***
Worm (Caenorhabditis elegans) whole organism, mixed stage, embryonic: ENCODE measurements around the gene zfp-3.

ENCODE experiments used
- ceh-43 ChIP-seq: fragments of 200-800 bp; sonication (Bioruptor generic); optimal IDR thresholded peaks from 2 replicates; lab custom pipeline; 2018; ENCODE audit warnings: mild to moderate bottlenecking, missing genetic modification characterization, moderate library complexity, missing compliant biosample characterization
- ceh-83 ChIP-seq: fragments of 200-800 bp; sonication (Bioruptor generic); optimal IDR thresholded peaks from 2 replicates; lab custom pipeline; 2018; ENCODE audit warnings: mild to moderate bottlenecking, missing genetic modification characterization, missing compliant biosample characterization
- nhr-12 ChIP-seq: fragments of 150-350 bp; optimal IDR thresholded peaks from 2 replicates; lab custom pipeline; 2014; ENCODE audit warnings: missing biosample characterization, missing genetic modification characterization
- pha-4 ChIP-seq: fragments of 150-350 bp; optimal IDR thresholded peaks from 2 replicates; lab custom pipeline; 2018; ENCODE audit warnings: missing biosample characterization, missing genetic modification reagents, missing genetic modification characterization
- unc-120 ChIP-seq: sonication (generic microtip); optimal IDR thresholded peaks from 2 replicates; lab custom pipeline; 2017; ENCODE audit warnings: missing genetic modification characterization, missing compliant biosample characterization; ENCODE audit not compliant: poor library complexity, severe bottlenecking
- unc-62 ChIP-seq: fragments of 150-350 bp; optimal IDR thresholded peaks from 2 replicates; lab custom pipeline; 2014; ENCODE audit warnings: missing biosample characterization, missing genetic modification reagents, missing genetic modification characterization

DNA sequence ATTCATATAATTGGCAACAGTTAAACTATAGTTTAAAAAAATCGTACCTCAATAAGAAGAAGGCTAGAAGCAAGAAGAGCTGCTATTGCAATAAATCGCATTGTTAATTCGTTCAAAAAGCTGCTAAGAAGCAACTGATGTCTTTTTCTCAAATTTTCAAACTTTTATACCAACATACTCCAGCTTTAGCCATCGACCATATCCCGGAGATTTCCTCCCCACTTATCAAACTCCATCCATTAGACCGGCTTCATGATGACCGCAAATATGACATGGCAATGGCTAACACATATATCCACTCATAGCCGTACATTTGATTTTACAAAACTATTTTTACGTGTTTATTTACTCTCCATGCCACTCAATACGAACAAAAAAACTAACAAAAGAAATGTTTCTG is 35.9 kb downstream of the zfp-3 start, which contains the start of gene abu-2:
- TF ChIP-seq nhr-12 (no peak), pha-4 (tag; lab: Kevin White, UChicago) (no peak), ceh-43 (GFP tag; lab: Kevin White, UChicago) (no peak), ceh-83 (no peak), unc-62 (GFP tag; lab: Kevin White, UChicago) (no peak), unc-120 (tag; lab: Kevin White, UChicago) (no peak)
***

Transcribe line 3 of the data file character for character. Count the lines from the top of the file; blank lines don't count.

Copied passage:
- ceh-43 ChIP-seq: fragments of 200-800 bp; sonication (Bioruptor generic); optimal IDR thresholded peaks from 2 replicates; lab custom pipeline; 2018; ENCODE audit warnings: mild to moderate bottlenecking, missing genetic modification characterization, moderate library complexity, missing compliant biosample characterization